FRANKFORT, Ky.-Kentucky is using the funds collected from a $1 fee on new tire sales to attack some of the largest tire piles in the state this year. Most recently, the state Natural Resources and Environmental Protection Cabinet awarded a $239,000 contract to Waco Tire Recycling of Waco, Ky., to remove the estimated 150,000 scrap tires stockpiled at the Gilbert Ridge site near Alexandria. The company will haul the tires to the Archer Daniels Midland plant in Decatur, Ill., where they will be processed into tire-derived fuel.
Armed with the Waste Tire Trust Fund, the state removed 200,000 tires at the Windy Ridge site in Campbell County and is clearing 340,000 tires in a Logan County stockpile and 640,000 tires in Barren County, the state's largest tire dump.
PITTSBURGH-The Chicago Board of Trade Recyclables Exchange, an electronic marketplace for recyclable rubber and other materials, replaced its old electronic bulletin board with an Internet site Sept. 17.
The new system allows sellers to post listings and buyers to post parameters for materials they wish to purchase. The system will automatically send an e-mail message to the buyer as sell listings are posted that match a buyer's parameters.
Users pay a one-time registration fee of $10; posting a sell listing costs $2 per month and buyers will be charged 50 cents for each e-mail response received.
ALBANY, Ga.-Two University of Georgia scientists are studying whether tire chips can be used as mulch for blueberries and Christmas trees.
Growers usually use pine bark chips for such purposes, but eight blueberry growers and one Christmas tree grower are testing 2- to 4-inch tire nuggets as mulch in a study funded by the state's $1 fee on new-tire sales.
Tire chips cost about three times as much as pine bark but they last almost indefinitely. Pine bark has to be replaced about every four years.
If the tests prove successful, tire mulch could ease the state's tire disposal problems, said horticulturist Gerard Krewer.
``It takes a tremendous quantity of material to mulch with,'' he said. ``If it works out to be a commercial product, the quantities would be very significant.''
INDIANAPOLIS-Indiana will offer recyclers no-interest loans for half the cost of new equipment purchases under a new state program introduced in August.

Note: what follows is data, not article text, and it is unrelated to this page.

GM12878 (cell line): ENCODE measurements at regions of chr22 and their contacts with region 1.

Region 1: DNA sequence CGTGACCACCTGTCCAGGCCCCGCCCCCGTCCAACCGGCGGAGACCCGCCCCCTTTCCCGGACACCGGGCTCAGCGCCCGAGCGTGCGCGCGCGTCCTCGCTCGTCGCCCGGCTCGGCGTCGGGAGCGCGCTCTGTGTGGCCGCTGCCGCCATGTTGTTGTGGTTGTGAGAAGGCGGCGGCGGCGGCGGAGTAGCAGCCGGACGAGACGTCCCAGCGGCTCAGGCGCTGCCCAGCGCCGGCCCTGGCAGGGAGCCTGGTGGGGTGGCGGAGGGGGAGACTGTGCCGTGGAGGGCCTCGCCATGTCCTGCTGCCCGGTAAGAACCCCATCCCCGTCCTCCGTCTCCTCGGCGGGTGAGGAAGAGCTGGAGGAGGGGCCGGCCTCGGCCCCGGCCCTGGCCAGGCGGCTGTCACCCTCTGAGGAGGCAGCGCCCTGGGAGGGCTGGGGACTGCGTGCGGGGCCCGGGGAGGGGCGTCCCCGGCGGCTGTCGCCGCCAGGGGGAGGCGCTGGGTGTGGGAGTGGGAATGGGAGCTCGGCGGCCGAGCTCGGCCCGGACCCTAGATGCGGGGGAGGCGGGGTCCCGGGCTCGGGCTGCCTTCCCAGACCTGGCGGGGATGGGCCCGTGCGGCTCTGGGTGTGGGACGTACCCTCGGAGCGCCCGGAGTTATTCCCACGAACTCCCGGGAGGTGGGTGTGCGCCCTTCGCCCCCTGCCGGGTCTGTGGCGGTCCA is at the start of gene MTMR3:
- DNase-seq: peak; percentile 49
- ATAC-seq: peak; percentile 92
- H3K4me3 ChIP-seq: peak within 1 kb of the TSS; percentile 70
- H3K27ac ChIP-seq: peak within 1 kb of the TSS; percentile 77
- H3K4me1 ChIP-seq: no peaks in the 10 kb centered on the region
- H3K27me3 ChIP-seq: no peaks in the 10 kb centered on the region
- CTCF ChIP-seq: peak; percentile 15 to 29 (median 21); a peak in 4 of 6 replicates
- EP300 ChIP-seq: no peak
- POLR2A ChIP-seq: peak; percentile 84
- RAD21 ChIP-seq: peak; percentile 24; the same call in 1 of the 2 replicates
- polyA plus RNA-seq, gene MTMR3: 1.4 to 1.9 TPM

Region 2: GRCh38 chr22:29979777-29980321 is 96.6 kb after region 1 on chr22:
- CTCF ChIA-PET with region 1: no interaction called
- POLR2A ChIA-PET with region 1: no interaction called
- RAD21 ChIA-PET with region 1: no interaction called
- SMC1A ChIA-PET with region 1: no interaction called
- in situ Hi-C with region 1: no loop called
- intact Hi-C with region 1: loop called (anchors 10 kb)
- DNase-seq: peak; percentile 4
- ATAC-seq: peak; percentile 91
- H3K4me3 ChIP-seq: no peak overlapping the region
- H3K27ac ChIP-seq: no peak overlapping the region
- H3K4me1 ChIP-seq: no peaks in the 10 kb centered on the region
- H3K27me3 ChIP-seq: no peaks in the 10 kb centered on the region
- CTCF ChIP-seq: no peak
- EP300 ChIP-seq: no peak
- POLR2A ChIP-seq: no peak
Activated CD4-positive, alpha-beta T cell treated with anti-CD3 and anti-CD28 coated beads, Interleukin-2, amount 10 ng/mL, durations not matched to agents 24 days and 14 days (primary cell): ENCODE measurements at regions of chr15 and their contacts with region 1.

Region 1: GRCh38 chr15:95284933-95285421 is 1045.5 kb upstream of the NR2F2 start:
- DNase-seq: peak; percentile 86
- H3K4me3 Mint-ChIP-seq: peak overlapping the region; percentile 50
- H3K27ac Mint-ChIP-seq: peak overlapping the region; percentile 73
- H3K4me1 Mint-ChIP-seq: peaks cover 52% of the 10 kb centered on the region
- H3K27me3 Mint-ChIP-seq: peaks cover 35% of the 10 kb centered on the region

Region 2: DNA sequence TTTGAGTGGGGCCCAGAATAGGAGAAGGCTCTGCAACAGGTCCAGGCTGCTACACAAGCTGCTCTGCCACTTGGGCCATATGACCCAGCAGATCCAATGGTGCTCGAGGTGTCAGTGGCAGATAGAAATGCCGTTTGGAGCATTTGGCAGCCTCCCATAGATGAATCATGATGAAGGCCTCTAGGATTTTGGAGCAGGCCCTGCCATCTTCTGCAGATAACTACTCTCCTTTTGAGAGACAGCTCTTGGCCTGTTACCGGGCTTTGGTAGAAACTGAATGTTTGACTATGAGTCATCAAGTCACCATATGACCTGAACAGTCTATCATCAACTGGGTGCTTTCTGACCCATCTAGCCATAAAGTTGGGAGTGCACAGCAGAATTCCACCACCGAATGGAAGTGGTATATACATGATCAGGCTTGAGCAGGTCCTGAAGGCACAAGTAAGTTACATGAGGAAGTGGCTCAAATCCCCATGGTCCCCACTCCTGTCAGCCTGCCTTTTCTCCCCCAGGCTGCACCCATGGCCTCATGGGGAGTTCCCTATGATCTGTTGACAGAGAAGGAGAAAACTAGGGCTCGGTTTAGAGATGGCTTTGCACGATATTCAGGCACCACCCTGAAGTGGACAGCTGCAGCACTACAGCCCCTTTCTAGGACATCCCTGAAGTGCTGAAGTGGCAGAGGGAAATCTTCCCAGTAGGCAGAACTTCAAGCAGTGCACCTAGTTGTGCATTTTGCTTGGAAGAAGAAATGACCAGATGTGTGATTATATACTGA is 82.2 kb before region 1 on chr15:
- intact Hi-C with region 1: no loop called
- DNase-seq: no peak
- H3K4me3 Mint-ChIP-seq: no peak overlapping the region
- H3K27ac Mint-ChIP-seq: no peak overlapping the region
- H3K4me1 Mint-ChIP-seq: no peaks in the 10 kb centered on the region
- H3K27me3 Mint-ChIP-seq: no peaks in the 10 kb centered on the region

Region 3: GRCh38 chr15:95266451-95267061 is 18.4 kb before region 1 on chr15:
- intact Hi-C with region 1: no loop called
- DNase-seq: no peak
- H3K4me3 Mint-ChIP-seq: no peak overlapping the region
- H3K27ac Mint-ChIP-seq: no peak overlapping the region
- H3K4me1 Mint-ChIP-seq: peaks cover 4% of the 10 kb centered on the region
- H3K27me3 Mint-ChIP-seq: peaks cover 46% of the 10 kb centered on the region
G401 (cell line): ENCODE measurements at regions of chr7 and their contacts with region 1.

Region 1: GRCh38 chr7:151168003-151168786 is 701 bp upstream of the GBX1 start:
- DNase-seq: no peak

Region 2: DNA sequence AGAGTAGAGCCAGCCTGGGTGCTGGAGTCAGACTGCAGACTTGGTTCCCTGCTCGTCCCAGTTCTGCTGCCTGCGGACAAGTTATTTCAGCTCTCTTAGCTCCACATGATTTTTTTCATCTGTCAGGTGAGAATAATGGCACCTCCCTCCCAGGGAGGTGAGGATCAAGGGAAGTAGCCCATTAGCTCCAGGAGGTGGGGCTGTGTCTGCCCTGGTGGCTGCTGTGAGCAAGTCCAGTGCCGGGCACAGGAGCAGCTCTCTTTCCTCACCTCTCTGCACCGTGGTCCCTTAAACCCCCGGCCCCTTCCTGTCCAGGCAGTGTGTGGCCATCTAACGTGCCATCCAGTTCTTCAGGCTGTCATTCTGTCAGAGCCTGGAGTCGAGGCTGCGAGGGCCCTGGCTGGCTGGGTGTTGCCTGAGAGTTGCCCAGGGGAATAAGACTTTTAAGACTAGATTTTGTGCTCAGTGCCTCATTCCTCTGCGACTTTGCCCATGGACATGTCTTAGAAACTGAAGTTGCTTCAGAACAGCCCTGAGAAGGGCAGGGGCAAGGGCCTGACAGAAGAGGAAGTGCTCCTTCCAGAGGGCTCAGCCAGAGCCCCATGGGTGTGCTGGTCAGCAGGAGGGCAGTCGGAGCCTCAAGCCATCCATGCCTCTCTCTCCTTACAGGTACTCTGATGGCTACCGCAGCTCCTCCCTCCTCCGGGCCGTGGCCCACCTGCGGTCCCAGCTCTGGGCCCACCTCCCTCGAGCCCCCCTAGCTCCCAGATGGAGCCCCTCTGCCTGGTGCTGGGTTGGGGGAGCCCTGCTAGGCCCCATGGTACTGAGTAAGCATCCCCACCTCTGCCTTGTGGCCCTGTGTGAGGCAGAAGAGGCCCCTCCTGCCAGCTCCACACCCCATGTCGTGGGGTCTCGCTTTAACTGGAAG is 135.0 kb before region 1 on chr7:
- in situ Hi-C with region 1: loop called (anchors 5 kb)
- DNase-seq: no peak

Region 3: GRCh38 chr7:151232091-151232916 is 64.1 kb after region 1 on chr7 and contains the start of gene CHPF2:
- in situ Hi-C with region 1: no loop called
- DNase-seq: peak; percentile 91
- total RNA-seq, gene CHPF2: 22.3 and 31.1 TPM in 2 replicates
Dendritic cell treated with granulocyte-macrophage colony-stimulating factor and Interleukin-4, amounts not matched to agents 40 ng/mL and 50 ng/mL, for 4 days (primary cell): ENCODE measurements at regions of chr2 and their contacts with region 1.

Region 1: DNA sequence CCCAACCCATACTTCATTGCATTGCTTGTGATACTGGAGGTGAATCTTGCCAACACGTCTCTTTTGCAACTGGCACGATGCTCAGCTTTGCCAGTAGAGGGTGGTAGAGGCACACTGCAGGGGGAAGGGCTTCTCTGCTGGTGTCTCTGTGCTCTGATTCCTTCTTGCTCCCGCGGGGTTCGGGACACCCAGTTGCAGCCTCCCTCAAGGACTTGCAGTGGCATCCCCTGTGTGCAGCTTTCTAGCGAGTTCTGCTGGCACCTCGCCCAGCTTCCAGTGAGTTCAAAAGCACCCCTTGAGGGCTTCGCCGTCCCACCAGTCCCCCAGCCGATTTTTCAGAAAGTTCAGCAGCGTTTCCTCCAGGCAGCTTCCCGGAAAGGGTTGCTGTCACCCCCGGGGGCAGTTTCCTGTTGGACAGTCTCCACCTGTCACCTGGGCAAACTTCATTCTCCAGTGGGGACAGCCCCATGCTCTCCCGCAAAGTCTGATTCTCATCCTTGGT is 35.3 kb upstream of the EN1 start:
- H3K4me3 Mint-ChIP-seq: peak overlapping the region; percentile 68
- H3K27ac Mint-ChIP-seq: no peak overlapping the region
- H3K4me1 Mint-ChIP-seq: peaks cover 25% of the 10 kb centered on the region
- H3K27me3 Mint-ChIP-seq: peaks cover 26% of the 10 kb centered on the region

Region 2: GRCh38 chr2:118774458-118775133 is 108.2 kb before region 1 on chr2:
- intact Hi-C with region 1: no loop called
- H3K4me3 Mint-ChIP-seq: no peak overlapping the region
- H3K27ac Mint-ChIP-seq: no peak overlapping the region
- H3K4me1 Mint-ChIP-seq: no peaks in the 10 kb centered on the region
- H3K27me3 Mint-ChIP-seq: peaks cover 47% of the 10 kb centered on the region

Qualifying equipment must be able to process recycled waste material for remanufacturing and the loans must be repaid within seven years.
The program replaces the state's 6-year-old effort to aid fledgling and established recyclers with low-interest loans.
The state is trying to target recycling companies that are start-ups or rely on new technologies-firms that have a harder time obtaining private financing.
TEMPE, Ariz.-The Rubber Pavements Association (RPA), an international organization of asphalt-rubber companies, has relocated its headquarters from Washington, D.C., to Tempe in order to be closer to its membership, located primarily in the western U.S.
The RPA, formerly the Asphalt-Rubber Producers Group (ARPG), promotes the use of crumb rubber modified asphalt pavements.
The RPA has hired Donna Carlson as its executive director. Ms. Carlson, a former Arizona state legislator, had served as the executive director of the ARPG from its founding in 1985 until 1987.
The RPA now is located at: 4500 S. Lakeshore Drive, Tempe, Ariz. 85282; (602) 755-1269.
LIVERPOOL, Pa.-Sixty fire companies from about seven eastern Pennsylvania counties responded to a tire fire Sept. 27 at the Mahantango Industries tire recycling plant, about six miles north of Liverpool.
The fire raged over three acres of ground rubber and whole-tire piles and destroyed a building containing the tire shredding operation before being extinguished three days later. The cause of the fire still is being investigated.
Firefighters used 1,000 gallons of foam to douse the flames and employed front-end loaders to separate the burning rubber, according to the Liverpool Fire Chief Larry Ferguson. The fire did not spread to about 60 acres of scrap tires across the road from the shredding operation.
Crews from the state Department of Environmental Protection built buffers and ditches to avert the tires' oily runoff from the nearby Susquehanna River.
Mahantango Industries built the shredding plant in 1989 in response to an enforcement action filed by state environment officials, according to a DEP spokeswoman. Mahantango has been cooperating with the DEP in getting rid of the tires, which the company has been storing in violation of solid waste management laws, she said.
Mahantango owner Roger Hess could not be reached for comment.